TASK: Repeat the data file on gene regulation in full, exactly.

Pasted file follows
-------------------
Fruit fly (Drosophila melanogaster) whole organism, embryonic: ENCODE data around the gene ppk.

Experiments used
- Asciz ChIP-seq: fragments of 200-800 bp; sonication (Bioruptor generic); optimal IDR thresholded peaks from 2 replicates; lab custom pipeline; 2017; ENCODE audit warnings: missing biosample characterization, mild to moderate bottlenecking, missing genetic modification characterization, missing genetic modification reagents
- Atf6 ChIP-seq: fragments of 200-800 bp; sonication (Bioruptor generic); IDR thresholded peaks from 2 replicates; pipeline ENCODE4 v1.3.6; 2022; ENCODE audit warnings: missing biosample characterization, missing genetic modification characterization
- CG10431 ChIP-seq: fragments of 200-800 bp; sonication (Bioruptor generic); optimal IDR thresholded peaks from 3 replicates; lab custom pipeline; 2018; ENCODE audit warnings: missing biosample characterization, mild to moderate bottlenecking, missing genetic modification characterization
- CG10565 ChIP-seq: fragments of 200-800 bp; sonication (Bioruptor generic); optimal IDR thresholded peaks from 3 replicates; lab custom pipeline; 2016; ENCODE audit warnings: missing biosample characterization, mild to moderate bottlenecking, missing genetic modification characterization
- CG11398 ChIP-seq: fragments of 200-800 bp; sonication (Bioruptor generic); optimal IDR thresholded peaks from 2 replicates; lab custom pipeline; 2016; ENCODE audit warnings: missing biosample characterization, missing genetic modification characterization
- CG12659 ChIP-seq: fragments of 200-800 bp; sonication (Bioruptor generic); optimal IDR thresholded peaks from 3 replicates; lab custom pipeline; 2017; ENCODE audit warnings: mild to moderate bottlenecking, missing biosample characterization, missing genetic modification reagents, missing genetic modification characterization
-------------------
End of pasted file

Fruit fly (Drosophila melanogaster) whole organism, embryonic: ENCODE data around the gene ppk.

Experiments used
- Asciz ChIP-seq: fragments of 200-800 bp; sonication (Bioruptor generic); optimal IDR thresholded peaks from 2 replicates; lab custom pipeline; 2017; ENCODE audit warnings: missing biosample characterization, mild to moderate bottlenecking, missing genetic modification characterization, missing genetic modification reagents
- Atf6 ChIP-seq: fragments of 200-800 bp; sonication (Bioruptor generic); IDR thresholded peaks from 2 replicates; pipeline ENCODE4 v1.3.6; 2022; ENCODE audit warnings: missing biosample characterization, missing genetic modification characterization
- CG10431 ChIP-seq: fragments of 200-800 bp; sonication (Bioruptor generic); optimal IDR thresholded peaks from 3 replicates; lab custom pipeline; 2018; ENCODE audit warnings: missing biosample characterization, mild to moderate bottlenecking, missing genetic modification characterization
- CG10565 ChIP-seq: fragments of 200-800 bp; sonication (Bioruptor generic); optimal IDR thresholded peaks from 3 replicates; lab custom pipeline; 2016; ENCODE audit warnings: missing biosample characterization, mild to moderate bottlenecking, missing genetic modification characterization
- CG11398 ChIP-seq: fragments of 200-800 bp; sonication (Bioruptor generic); optimal IDR thresholded peaks from 2 replicates; lab custom pipeline; 2016; ENCODE audit warnings: missing biosample characterization, missing genetic modification characterization
- CG12659 ChIP-seq: fragments of 200-800 bp; sonication (Bioruptor generic); optimal IDR thresholded peaks from 3 replicates; lab custom pipeline; 2017; ENCODE audit warnings: mild to moderate bottlenecking, missing biosample characterization, missing genetic modification reagents, missing genetic modification characterization